In 1990, L.A. pop-metal band Precious Metal were screwed over by Donald J. Trump

By on September 27, 2018

Hit Parader’s Heavy Metal Meltdown — a short-lived magazine-style music series focusing exclusively on L.A. metal bands — was often featured on “Night Flight” towards the end of our original cable TV run.

In this nearly half-hour long episode, there’s a short segment with the all-female L.A. pop-metal band Precious Metal, who in late 1990 were screwed over by future U.S. president Donald J. Trump (news that shouldn’t shock anyone at this point).

Watch it now on Night Flight Plus.

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Precious Metal were, for a time, the darlings of the Hollywood heavy metal club scene, during at least part of their near-decade long existence.

Precious Metal were actually formed in 1983 by drummer Susette Andres, who’d placed ads in the L.A. music trades, hoping to find four other foxy female musicians (okay, we added the “foxy”).

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Andres assembled the first lineup with two lead guitarists, Mara Fox and Janet Robin, bassist Alex Rylance and singer Leslie Knauer, but six months in, she split from the band, with Carol Control replacing her on the drums.

Guitarist Janet Robin’s guitar teacher, while she was still in high school in North Hollywood, was Quiet Riot lead guitarist (and future Ozzy Osbourne band axeman) Randy Rhoads.

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Their fanbase grew quickly in L.A., attracting late-night deejays like KROQ’s Rodney Bingenheimer, who began playing the band’s demos on their radio shows.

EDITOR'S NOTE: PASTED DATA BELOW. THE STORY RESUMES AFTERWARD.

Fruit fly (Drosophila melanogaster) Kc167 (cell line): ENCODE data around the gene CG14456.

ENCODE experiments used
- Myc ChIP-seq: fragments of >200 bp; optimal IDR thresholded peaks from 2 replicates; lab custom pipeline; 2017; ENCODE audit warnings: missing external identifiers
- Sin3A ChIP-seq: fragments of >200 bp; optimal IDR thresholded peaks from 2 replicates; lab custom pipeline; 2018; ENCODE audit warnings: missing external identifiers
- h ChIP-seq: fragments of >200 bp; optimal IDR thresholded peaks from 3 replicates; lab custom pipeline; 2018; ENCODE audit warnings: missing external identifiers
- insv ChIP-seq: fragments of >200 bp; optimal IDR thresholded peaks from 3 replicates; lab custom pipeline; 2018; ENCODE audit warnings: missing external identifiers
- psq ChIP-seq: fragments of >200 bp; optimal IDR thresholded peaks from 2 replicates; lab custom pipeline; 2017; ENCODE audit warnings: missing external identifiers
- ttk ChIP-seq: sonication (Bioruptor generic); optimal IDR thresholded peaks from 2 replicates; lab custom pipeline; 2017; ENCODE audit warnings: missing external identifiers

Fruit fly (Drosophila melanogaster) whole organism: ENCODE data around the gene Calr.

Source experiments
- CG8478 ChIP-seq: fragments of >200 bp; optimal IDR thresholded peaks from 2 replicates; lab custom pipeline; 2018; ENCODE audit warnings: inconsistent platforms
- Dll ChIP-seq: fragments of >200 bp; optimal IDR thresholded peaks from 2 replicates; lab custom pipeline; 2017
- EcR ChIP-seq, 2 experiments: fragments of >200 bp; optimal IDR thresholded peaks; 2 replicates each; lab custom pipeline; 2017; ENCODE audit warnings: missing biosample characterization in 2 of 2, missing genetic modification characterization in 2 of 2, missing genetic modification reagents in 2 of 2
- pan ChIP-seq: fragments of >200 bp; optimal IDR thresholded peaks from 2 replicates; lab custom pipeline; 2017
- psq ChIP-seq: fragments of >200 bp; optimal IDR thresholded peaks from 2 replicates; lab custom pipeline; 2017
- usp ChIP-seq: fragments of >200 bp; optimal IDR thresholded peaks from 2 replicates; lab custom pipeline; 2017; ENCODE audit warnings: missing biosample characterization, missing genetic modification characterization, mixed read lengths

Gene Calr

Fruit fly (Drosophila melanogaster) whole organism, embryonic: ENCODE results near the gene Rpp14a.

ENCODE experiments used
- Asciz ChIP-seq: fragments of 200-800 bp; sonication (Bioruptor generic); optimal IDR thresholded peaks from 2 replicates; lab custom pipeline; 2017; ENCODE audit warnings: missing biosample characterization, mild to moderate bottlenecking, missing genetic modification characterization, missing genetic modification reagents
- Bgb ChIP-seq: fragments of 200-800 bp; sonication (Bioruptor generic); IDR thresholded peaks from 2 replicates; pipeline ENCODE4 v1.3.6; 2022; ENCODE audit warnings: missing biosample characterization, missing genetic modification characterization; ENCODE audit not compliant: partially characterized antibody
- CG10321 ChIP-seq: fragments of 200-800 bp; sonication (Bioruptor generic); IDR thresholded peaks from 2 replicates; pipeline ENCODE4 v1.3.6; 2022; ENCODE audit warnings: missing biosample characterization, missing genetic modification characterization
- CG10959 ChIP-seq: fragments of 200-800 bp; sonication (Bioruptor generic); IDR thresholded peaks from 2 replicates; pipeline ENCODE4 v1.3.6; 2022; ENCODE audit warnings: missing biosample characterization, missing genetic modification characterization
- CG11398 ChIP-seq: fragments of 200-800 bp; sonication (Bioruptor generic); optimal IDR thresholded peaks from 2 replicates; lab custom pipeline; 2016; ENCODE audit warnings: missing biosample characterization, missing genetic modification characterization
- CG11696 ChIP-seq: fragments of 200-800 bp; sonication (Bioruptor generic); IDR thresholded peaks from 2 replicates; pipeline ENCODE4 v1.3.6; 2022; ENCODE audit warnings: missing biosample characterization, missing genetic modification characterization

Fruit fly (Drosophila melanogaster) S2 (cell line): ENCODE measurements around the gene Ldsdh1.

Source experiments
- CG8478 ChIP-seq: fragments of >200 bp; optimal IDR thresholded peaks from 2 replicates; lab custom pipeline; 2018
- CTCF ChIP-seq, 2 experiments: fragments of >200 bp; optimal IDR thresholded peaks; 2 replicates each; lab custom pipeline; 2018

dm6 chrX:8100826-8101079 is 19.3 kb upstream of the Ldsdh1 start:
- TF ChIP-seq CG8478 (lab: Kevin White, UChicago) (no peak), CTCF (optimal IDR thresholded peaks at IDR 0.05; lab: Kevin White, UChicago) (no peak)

This exposure ultimately led to them signing a production deal with AOR producer Paul Sabu, who produced their first album, Right Here, Right Now, released in January 1986 on Mercury Records.

Even though these five rockin’ girls received a lot of attention from the horndog hosts of MTVs “Headbangers Ball,” and they were featured prominently in cameos in a number of Hollywood movies (Scenes From the Goldmine, Bad Guys, Rich Girl), they didn’t really sell a ton of records.

When Polygram went through a company-wide label shuffle in 1987, Precious Metal suddenly found themselves without a label.

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They ended up putting out a 4-song EP via Jem Records before signing to the Capitol-distributed Chameleon Records label in 1988 (they also signed with Savage Records in the UK).

Precious Metal weren’t taken too seriously by most rock critics, though, some of them writing they sounded like “a female Bon Jovi,” but they built up a solid following in L.A., packing out clubs like the Whisky a Go Go, the Roxy, Club Lingerie and FM Station on a regular basis.

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All total, during their prime, Precious Metal released three full-length albums — the other two were That Kinda Girl and the self-titled Precious Metal — before calling it quits in 1992.

Read more about how Donald J. Trump fucked over Precious Metal in 1990 below.

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In late 1990, real estate developer and total lying asshole Donald J. Trump agreed to appear in Precious Metal’s video for their heavy metal-remake of Jean Knight’s 1971 R&B hit, “Mr. Big Stuff,” if the band donated $10,000 to a charity.